The space in newspapers, even the Wall Street Journal editorial page, is usually reserved for articles in which professional journalists and columnists can look down their noses at bloggers. Here’s one that’s different, though. It’s an article titled Redefining Journalism, by Scott Gant.
…Members of the House and Senate have introduced identical versions of the “Free Flow of Information Act of 2007” … This legislation would enact a statutory “shield law” protecting journalists from having to divulge certain information…Some of the challenges facing earlier legislation stemmed from disagreement about who should be covered….To qualify as a journalist, the organization must have the “processing and researching of news or information intended for dissemination to the public” as one of its “regular functions.” This constricted conception of who qualifies as a journalist is employed in many state shield laws. The Free Flow of Information Act of 2007, however, adopts a dramatically broader view of journalism and journalists….The sponsors of this legislation have appropriately resisted calls to regard journalism as something carried out only by employees of established news organizations…As journalism returns to its status as an activity rather than a profession….
That last phrase is helpful: journalism as an activity rather than a profession.
There is a reason why government should not be carving out special privileges and exemptions for certain people — especially when those people are partisan agents of the government itself who tend to treat all affairs as an issue of government vs the people. And carving out special privileges for government people tends to foster this unhealthy mentality of government vs the people.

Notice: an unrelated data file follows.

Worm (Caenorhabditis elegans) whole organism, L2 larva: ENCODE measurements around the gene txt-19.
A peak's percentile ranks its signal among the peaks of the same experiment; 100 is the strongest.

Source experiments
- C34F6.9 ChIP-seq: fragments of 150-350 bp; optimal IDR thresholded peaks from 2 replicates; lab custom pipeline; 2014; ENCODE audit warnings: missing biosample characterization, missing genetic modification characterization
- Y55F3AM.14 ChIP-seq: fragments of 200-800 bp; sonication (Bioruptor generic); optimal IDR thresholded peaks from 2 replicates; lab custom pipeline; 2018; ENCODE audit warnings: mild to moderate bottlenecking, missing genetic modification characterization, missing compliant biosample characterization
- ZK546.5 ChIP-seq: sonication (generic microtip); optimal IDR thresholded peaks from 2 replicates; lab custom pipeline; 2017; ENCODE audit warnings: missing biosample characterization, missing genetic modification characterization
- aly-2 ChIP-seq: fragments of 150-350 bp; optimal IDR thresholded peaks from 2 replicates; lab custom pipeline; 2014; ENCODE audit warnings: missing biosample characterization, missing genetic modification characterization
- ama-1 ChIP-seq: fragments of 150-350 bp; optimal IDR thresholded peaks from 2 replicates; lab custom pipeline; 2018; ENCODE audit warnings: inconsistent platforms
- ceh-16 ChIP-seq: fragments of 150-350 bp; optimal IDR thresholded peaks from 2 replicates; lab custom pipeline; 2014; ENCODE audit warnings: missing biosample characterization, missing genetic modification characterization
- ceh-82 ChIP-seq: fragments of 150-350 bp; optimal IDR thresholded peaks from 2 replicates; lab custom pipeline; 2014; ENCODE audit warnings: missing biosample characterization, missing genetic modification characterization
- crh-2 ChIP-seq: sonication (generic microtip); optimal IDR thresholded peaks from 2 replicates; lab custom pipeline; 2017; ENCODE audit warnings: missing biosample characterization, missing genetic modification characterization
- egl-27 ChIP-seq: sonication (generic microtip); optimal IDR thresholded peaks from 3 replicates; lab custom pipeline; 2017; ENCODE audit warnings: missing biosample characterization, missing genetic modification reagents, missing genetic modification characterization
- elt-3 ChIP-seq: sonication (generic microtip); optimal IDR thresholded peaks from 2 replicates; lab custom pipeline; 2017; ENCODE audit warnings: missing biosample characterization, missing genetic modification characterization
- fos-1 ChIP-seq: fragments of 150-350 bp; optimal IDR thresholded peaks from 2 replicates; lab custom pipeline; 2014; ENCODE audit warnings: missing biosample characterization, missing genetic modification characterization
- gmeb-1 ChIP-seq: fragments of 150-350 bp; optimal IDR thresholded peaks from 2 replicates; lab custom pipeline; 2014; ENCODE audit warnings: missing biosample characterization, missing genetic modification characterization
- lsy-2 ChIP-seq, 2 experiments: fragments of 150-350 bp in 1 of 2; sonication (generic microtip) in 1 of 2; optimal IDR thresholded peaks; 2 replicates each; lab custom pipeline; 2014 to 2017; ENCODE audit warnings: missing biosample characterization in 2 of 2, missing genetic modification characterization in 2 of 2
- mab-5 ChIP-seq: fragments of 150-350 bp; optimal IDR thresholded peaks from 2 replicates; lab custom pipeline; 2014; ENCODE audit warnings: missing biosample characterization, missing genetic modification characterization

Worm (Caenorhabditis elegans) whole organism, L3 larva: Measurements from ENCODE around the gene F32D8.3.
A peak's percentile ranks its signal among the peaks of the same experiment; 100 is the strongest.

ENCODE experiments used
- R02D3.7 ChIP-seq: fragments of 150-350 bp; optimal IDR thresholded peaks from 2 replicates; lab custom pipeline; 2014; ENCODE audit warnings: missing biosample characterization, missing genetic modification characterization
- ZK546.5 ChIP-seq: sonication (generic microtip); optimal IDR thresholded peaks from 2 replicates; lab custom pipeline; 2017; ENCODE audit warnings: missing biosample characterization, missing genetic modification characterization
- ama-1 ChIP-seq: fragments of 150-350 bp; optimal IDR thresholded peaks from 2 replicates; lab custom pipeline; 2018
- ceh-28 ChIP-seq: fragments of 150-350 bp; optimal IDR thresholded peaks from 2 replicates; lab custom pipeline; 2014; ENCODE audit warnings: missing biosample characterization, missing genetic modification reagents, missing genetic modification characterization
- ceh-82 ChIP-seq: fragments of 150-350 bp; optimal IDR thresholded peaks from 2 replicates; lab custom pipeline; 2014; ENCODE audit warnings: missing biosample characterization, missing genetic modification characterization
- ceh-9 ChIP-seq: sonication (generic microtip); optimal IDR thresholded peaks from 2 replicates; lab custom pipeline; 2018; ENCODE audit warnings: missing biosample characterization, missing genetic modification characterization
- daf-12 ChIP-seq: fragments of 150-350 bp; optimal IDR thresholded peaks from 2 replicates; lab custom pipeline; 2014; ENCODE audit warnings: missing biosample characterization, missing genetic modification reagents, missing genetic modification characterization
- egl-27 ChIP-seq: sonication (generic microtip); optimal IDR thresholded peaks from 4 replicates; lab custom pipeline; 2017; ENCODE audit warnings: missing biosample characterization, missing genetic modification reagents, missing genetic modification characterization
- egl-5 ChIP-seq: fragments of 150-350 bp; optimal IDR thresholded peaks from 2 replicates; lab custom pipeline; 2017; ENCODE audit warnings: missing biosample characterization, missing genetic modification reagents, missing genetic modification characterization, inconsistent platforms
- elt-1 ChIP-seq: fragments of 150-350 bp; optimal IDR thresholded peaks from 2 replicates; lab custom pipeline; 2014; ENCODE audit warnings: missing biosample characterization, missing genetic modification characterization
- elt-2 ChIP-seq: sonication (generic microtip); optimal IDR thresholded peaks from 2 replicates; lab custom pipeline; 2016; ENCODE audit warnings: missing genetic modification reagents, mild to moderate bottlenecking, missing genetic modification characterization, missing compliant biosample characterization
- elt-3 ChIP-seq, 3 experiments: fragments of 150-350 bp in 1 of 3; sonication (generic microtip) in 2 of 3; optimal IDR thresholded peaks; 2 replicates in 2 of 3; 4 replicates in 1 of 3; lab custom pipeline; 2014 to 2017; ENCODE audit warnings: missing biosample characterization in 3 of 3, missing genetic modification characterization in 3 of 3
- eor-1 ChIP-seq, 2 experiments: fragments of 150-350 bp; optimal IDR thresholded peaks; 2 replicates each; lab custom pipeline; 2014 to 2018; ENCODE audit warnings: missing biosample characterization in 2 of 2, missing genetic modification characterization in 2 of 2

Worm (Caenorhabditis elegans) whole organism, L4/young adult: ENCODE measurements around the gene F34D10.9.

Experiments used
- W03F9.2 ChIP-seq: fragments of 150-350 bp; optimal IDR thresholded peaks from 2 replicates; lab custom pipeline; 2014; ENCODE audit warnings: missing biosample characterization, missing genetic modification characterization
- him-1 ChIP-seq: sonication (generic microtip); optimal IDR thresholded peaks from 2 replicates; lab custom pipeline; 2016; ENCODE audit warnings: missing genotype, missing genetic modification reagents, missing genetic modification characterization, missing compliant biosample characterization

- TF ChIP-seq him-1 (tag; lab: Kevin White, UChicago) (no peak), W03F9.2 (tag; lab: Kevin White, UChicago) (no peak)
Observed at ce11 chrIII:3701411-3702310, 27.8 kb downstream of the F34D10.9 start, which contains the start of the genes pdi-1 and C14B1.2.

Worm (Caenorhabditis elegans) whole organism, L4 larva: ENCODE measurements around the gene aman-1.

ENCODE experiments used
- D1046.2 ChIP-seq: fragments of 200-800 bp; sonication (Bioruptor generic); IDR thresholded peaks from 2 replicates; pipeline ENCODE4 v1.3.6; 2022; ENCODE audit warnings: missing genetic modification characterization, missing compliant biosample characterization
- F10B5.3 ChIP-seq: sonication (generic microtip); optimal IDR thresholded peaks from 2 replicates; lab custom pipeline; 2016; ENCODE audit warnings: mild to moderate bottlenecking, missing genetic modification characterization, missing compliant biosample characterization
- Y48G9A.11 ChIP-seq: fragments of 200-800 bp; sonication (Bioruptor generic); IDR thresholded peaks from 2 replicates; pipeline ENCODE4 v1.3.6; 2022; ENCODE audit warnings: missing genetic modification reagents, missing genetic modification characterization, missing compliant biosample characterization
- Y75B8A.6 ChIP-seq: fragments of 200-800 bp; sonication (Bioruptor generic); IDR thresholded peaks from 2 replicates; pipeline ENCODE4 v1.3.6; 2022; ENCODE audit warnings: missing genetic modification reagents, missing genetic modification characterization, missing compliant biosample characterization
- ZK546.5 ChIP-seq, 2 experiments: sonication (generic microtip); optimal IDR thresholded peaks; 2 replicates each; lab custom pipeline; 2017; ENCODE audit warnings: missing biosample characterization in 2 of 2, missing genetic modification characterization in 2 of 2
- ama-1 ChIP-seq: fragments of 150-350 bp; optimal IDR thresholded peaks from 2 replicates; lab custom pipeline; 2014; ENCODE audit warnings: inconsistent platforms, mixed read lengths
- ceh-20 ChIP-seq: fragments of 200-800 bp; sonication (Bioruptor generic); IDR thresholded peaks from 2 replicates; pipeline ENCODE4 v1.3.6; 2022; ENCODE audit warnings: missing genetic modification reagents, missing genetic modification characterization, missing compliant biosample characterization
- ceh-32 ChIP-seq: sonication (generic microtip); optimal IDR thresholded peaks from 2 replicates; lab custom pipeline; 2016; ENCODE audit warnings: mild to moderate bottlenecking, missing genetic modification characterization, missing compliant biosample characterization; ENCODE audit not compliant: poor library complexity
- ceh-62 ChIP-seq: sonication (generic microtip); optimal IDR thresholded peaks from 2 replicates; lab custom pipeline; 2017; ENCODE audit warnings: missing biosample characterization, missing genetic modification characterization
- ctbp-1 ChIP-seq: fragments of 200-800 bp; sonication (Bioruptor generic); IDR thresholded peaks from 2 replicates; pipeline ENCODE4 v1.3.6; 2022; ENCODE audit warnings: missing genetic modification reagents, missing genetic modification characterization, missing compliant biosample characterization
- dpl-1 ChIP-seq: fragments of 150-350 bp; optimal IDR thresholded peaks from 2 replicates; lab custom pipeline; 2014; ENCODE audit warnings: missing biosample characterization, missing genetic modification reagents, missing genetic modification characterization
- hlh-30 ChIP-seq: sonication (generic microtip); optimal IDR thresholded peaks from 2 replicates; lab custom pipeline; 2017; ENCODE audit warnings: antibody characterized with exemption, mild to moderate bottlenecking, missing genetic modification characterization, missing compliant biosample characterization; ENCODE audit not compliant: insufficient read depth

I’m thinking of the corrosive effect of cop-killer laws, or special legal protections for judges, or special income-tax-exemptions for university graduate students, or special protections for journalists. These people should be working to provide justice for everyone, not just the privileged few. And they will be more motivated to do that when they have to eat the same dog food as everyone else.
Now some may question why I’m thinking of journalists as government partisans. Don’t journalists hate the Bush administration, for example? Well, yes, they do, but that’s because they and the government establishment view the Bush administration as an imposter, not as one of them. Note how when Clinton was elected, journalists were whooping it up along with Democrats who were preparing to replace Bush partisans with their own. Now when Bush-2 does the same thing, it’s treated by these same people as an abuse of power.
And why am I lumping journalists in with the government establishment? It’s mostly because the path to becoming a professional journalist is through university schools of journalism, which seem to suffer an advanced case of the disease that is destroying what we used to value in academia. As far as journalism schools are concerned, I say this as an observer from a distance. But as a closer observer of academia as a whole, I note that while there is still is some room for diversity of thought, it is becoming rarer. Ever since sputnik, universities have more and more been becoming agents of the government with less and less tolerance for intellectual diversity and dissenting views that are uncongenial to the government establishment. See, for example, the type of opinion that was ruled out of bounds for posting on an office door at Marquette university, in my blog entry Academic Intolerance.
Even if I am wrong about how journalists get to be the way they are, any special protections ought to be made (as Scott Gant puts it) for the activity of journalism, and not for the profession.